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In 1988, antibodies to arthropod (Ixodes dammini, Dermacentor variabilis, and Aedes aegypti) salivary gland proteins and to Borrelia burgdorferi were measured by enzyme-linked immunosorbent assay in 53 high-risk outdoor workers from the New Jersey Department of Environmental Protection.
Lyme disease seropositives had significantly higher anti-I. dammini antibody levels than seronegative controls (p = 0.006). Anti-B. burgdorferi antibody (enzyme-linked immunosorbent assay) and anti-I. dammini antibody titers were highly correlated in these workers (r = 0.49, p = 0.0002). Quantitative self-reported tick exposure (tick bites in the past year) and anti-I. dammini antibody titers were significantly correlated (r = 0.27, p = 0.05), and persons without tick exposure had lower anti-I. dammini antibody levels (p = 0.009) than persons with known exposure. A second serum sample obtained 3 months after the first after a period of decreased tick exposure (the winter) revealed that the anti-I. dammini antibody levels had significantly declined (p = 0.0004). Additional experiments revealed that the antibody was not completely specific for I. dammini but was relatively specific for the two tick species examined compared with A. aegypti. The data hold promise that this antibody may be a useful tool in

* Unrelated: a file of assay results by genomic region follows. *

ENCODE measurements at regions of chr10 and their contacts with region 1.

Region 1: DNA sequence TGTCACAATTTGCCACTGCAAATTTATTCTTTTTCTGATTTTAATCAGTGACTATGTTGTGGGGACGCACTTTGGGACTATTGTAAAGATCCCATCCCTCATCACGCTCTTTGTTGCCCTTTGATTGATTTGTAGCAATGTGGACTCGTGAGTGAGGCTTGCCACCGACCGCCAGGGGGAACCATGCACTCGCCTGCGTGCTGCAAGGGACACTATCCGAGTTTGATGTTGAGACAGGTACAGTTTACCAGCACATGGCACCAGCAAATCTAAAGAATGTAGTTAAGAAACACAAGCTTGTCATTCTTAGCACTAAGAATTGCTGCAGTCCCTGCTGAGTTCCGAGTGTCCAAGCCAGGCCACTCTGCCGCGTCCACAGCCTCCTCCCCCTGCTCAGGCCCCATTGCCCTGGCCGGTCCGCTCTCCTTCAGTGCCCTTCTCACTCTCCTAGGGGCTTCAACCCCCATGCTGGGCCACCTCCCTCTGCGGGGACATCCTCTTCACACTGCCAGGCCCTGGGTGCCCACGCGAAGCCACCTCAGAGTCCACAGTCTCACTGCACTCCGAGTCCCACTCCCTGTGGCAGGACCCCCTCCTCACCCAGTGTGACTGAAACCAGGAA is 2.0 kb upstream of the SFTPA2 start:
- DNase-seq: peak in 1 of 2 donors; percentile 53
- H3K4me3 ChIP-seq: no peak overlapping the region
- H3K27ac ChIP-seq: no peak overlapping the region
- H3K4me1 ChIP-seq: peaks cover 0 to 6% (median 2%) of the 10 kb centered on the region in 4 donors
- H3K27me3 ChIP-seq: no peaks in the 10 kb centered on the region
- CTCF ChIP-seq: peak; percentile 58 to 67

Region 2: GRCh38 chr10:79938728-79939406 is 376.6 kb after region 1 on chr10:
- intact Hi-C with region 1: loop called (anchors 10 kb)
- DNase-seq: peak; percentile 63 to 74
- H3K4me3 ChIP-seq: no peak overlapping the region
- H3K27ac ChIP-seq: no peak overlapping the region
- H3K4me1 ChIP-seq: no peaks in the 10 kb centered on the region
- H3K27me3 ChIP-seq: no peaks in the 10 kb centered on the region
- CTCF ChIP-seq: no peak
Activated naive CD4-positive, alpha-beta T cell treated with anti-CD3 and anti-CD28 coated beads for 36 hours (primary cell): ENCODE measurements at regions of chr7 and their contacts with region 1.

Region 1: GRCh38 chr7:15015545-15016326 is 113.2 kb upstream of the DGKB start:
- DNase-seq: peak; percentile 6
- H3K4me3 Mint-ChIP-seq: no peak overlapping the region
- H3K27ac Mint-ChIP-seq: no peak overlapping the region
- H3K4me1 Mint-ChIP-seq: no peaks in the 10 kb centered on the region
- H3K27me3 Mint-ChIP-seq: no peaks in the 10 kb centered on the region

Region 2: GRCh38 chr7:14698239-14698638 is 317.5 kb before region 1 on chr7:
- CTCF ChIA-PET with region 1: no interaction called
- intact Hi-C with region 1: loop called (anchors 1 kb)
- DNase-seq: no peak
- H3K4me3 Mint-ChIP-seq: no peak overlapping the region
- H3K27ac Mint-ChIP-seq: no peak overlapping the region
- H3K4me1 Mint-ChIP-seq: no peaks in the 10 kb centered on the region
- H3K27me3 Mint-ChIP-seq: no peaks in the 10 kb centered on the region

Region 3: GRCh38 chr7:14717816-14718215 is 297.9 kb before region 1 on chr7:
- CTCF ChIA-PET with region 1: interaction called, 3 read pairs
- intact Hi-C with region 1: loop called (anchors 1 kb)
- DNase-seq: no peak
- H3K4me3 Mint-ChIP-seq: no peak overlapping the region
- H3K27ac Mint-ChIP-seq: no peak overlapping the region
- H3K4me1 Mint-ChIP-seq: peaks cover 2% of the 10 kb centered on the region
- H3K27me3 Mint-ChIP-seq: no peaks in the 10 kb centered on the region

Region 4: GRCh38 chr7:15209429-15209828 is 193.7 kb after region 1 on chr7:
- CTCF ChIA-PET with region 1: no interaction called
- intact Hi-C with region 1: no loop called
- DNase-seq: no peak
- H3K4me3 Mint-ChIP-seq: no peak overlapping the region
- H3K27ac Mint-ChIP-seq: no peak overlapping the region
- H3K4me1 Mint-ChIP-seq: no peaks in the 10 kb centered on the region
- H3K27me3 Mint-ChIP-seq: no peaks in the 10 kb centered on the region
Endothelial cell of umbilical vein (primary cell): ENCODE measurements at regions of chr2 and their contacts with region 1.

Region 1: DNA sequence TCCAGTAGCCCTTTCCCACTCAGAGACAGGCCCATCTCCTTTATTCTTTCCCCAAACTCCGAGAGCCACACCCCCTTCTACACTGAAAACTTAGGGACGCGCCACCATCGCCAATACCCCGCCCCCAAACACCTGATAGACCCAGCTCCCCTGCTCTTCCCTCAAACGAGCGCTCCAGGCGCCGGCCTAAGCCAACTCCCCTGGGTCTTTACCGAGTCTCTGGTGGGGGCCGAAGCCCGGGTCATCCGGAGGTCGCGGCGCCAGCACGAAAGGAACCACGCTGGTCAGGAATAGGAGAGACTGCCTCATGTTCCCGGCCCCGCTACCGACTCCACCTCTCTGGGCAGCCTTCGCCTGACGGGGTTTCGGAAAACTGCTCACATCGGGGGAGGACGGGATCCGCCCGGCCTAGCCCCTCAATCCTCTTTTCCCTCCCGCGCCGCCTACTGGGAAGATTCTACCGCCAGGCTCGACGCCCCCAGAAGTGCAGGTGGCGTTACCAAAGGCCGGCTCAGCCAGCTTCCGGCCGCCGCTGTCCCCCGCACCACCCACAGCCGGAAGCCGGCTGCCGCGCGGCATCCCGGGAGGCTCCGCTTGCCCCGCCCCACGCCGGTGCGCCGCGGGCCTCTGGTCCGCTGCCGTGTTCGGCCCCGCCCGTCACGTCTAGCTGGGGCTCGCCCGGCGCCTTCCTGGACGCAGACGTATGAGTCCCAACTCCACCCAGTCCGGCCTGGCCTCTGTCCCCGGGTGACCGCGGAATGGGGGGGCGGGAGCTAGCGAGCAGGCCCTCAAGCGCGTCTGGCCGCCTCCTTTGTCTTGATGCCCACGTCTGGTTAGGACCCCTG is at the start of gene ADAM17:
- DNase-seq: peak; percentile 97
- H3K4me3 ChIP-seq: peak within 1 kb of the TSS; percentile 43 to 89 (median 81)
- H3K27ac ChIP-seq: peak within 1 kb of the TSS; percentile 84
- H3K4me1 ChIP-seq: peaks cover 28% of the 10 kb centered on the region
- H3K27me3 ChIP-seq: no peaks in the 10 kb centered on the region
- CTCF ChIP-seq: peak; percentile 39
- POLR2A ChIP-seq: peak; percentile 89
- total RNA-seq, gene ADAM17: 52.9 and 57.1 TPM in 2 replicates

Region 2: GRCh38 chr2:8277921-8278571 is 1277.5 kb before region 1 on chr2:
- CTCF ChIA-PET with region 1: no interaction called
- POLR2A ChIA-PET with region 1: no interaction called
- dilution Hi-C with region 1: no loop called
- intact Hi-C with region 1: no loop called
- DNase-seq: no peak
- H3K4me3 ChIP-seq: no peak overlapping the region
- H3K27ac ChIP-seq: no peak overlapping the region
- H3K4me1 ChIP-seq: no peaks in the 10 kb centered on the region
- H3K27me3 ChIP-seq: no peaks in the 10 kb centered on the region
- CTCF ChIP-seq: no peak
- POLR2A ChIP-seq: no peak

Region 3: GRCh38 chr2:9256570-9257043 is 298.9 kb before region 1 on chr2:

Lyme disease research as a biologic marker of tick exposure.